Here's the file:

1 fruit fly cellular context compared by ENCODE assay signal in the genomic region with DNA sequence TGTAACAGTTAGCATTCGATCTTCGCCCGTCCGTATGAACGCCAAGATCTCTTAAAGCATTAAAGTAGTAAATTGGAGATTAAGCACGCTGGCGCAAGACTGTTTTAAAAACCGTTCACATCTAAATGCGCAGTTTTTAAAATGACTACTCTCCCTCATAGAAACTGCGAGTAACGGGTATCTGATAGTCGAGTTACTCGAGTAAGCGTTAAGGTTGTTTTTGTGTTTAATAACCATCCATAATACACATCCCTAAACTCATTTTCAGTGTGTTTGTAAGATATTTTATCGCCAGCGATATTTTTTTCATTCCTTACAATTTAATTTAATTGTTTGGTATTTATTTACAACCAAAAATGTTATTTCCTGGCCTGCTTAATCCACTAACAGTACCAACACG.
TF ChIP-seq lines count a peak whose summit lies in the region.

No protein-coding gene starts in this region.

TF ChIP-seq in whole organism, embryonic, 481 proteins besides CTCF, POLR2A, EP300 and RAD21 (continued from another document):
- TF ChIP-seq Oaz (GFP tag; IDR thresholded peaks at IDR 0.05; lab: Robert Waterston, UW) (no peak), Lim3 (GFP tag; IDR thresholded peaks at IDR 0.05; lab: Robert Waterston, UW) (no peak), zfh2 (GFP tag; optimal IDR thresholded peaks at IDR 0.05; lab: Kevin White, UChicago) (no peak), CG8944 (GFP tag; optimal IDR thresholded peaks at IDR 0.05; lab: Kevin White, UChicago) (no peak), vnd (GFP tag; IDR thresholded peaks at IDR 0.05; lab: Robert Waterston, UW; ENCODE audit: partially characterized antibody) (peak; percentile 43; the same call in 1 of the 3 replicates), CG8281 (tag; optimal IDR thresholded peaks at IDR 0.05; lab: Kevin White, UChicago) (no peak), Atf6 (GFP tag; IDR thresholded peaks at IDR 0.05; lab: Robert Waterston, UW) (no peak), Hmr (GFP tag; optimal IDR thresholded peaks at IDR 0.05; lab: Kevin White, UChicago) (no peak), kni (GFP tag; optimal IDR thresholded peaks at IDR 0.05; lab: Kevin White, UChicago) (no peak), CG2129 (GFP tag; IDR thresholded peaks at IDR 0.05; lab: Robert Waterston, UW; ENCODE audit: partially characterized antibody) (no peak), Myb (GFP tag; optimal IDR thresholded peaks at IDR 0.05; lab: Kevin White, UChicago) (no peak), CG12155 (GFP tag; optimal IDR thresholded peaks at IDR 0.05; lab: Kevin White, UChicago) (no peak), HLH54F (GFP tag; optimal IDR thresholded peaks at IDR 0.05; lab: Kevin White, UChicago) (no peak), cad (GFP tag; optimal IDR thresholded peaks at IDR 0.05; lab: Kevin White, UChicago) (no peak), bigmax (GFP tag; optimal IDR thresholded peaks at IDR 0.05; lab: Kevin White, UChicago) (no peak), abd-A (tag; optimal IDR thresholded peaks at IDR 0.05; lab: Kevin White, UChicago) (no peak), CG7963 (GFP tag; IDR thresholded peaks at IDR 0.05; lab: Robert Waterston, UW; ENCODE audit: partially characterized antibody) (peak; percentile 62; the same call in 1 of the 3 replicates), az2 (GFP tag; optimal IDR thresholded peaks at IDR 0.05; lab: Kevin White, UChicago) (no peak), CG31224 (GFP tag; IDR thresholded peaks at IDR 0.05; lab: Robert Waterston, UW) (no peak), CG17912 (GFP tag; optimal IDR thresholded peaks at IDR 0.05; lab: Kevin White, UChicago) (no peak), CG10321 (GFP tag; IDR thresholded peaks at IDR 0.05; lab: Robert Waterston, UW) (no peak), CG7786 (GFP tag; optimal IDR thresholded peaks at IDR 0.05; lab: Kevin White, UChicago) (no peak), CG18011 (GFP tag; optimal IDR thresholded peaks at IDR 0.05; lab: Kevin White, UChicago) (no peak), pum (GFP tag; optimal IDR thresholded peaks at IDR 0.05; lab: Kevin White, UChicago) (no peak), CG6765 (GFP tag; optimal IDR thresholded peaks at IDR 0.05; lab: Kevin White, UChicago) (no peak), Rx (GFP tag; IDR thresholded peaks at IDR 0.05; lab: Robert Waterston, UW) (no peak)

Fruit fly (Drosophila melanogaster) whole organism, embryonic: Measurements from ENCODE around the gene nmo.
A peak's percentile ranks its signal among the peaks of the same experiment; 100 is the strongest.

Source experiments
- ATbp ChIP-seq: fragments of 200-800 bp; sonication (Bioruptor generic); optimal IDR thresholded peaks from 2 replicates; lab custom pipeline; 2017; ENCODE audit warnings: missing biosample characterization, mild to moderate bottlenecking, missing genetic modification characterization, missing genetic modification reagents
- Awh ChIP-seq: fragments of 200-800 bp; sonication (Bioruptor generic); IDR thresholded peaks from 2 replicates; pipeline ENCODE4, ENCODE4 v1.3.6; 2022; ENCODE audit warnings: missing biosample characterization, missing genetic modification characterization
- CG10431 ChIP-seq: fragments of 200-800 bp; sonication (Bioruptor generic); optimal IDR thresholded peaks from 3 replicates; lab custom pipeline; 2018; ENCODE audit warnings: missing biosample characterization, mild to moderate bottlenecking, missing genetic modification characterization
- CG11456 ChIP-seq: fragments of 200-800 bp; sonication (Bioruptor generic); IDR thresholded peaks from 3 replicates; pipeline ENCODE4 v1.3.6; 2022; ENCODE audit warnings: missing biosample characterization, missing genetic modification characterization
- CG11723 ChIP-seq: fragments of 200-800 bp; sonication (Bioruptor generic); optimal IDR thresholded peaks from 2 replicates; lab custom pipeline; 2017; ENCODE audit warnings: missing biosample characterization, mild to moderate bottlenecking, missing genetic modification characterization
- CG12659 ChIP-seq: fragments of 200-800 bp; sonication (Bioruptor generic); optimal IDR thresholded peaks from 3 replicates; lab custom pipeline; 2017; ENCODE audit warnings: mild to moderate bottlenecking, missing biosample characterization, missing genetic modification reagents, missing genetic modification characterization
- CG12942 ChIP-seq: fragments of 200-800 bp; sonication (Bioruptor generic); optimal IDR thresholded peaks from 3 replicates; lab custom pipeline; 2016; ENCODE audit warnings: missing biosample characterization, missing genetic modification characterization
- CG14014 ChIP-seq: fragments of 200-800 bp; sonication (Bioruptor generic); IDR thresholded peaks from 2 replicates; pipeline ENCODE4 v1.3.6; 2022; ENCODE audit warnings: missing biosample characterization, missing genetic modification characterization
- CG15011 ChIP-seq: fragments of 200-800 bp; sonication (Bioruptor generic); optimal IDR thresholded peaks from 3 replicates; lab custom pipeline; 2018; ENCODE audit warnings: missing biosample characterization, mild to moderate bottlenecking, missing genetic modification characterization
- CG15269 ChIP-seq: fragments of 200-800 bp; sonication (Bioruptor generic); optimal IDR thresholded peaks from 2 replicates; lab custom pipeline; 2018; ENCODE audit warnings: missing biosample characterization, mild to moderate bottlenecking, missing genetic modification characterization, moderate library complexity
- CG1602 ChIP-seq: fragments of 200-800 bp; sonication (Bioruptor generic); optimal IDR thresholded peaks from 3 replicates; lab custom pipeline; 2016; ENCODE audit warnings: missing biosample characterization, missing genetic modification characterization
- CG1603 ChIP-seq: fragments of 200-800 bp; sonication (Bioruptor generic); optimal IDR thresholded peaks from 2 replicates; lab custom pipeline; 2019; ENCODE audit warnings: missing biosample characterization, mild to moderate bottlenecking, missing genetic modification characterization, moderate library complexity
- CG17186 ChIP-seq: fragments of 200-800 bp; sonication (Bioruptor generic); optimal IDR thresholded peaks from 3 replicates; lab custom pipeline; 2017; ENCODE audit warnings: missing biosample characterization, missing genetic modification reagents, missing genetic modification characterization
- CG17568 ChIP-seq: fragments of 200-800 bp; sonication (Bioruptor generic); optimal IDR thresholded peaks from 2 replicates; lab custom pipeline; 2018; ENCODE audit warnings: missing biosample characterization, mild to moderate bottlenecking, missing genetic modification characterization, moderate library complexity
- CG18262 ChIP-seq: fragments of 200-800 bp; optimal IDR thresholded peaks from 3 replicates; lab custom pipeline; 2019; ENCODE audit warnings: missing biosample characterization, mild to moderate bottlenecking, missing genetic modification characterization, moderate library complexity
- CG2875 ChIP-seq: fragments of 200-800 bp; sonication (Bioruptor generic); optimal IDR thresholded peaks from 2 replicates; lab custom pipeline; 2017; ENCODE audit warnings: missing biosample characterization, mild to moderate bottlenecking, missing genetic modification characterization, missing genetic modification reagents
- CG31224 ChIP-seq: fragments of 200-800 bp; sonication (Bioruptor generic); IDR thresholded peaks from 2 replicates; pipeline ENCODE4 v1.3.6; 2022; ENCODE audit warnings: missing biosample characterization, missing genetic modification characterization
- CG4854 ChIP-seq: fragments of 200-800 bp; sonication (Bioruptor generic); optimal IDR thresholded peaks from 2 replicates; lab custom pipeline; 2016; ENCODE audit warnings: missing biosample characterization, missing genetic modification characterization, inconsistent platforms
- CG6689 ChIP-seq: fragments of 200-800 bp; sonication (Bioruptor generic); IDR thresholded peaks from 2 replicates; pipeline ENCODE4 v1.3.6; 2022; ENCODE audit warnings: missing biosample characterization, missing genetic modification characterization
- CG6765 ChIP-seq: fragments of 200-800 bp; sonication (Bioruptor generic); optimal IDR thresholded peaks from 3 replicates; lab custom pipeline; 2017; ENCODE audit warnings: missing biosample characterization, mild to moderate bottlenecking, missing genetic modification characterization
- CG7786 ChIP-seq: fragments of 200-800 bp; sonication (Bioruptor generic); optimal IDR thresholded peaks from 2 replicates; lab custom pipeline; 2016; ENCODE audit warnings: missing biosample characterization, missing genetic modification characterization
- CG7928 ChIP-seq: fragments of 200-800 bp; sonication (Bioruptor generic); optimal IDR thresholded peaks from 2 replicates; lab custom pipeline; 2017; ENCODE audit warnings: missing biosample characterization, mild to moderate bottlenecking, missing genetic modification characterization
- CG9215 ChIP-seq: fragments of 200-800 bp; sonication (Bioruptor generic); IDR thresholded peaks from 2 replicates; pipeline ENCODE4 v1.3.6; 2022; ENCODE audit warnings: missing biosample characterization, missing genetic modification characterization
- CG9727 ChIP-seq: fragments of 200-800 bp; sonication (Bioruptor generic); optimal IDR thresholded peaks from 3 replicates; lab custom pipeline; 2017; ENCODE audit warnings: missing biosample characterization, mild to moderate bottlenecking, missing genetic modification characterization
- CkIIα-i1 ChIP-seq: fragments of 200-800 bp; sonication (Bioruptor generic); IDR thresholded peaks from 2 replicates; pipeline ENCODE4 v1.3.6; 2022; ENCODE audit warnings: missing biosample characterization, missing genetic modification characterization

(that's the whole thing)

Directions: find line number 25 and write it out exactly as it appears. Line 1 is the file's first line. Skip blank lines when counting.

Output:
- CG31224 ChIP-seq: fragments of 200-800 bp; sonication (Bioruptor generic); IDR thresholded peaks from 2 replicates; pipeline ENCODE4 v1.3.6; 2022; ENCODE audit warnings: missing biosample characterization, missing genetic modification characterization